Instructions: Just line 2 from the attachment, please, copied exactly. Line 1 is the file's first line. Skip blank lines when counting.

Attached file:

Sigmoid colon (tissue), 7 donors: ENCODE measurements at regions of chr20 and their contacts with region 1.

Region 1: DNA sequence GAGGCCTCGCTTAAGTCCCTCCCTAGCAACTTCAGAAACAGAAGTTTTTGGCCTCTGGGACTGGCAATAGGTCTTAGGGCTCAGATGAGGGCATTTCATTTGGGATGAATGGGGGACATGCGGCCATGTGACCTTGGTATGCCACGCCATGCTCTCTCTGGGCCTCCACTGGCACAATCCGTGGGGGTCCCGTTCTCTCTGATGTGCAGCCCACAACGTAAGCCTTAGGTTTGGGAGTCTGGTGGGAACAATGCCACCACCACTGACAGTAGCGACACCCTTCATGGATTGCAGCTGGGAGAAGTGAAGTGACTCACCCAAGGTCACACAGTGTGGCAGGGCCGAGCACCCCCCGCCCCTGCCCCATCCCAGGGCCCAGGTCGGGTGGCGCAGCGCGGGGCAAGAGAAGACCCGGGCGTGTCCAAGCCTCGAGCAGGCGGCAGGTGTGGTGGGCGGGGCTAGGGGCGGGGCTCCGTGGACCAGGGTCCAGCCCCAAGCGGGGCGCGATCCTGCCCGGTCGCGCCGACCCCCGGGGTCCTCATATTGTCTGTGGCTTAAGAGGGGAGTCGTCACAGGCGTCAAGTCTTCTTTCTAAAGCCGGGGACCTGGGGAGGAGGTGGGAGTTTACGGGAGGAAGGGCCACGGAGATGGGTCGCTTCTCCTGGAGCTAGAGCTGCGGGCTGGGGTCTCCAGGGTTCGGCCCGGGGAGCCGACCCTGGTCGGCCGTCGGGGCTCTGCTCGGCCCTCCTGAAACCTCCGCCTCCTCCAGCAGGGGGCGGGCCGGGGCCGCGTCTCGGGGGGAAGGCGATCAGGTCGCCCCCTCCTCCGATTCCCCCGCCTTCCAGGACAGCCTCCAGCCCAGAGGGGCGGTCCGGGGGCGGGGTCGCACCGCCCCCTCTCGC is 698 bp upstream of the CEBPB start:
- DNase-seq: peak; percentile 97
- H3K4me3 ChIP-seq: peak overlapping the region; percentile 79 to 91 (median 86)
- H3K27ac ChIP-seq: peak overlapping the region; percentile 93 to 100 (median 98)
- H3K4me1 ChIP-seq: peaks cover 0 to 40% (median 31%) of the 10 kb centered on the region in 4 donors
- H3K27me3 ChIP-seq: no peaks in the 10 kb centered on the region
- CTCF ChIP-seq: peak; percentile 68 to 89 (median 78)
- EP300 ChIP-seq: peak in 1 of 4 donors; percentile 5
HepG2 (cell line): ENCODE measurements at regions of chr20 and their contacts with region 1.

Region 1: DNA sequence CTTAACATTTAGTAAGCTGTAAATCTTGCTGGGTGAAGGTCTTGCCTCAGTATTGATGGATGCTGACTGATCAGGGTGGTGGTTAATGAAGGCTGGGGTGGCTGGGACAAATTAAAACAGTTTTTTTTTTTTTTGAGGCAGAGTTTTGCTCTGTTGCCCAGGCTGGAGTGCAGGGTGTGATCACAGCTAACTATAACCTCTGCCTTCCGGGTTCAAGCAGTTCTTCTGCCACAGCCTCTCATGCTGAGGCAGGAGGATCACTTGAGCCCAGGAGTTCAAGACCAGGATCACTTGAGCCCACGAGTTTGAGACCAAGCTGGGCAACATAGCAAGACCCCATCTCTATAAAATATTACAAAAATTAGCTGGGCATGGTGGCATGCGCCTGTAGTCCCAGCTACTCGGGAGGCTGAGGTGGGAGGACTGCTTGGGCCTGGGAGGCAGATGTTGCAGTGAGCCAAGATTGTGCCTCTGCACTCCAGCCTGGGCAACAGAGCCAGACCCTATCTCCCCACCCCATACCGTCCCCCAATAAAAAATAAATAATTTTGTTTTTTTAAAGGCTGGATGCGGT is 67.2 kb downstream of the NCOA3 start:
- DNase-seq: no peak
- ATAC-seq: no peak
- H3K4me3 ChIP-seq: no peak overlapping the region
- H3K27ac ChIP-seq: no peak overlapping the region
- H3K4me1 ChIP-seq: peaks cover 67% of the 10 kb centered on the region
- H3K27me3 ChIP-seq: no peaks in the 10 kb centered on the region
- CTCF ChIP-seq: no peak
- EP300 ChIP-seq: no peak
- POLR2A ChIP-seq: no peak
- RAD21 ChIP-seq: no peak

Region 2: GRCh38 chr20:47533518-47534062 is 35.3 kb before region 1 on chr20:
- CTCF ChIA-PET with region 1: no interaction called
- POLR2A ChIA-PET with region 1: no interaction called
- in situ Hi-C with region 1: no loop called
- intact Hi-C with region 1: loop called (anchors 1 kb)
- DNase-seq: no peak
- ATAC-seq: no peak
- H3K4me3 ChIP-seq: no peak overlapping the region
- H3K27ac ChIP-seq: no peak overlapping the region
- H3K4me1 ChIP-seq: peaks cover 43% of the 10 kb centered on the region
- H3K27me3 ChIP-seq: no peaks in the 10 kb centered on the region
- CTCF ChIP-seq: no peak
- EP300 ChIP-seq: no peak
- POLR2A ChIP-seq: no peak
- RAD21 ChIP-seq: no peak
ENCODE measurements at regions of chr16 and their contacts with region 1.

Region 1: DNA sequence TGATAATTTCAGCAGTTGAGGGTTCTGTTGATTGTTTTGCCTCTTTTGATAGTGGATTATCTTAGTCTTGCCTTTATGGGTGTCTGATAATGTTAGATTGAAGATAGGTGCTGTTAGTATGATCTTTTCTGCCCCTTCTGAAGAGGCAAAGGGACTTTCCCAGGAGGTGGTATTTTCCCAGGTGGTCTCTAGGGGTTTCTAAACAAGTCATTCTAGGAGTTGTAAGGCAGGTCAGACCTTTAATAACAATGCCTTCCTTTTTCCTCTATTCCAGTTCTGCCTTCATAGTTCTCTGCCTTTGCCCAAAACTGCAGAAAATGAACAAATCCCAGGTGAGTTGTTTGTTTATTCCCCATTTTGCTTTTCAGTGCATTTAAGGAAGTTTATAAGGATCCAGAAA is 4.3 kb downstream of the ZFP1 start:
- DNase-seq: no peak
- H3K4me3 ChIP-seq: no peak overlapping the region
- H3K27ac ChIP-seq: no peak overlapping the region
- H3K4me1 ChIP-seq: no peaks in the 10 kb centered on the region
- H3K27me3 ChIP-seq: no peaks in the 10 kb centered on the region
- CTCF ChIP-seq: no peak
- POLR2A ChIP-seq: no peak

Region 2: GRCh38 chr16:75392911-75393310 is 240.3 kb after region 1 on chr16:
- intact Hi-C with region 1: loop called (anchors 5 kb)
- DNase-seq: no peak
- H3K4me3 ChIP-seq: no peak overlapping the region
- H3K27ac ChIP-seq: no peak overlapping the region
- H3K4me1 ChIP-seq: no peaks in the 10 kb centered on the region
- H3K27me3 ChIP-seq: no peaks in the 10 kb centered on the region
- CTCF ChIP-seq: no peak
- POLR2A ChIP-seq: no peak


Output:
Region 1: DNA sequence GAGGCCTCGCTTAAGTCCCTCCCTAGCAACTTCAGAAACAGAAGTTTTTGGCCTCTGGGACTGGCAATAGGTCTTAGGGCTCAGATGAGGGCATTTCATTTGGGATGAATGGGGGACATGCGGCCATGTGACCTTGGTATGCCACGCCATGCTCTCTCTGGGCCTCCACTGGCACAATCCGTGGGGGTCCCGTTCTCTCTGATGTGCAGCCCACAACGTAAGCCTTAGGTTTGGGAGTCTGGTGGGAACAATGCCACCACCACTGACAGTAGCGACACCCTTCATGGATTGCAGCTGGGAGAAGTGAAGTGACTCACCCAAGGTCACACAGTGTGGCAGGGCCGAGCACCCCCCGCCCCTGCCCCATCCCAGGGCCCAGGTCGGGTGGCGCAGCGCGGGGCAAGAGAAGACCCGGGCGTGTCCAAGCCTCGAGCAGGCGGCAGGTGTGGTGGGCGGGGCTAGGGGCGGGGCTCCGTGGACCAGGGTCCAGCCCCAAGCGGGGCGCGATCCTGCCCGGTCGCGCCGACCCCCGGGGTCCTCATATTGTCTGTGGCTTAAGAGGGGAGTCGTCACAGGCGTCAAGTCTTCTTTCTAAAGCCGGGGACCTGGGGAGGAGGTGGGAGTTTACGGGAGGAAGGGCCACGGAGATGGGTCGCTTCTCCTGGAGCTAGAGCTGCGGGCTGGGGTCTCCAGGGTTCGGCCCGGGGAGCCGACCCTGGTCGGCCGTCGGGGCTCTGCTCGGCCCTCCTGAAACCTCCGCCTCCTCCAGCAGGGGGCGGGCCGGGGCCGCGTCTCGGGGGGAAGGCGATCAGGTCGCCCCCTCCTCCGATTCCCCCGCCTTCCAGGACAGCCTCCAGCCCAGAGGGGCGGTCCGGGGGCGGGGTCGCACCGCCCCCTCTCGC is 698 bp upstream of the CEBPB start: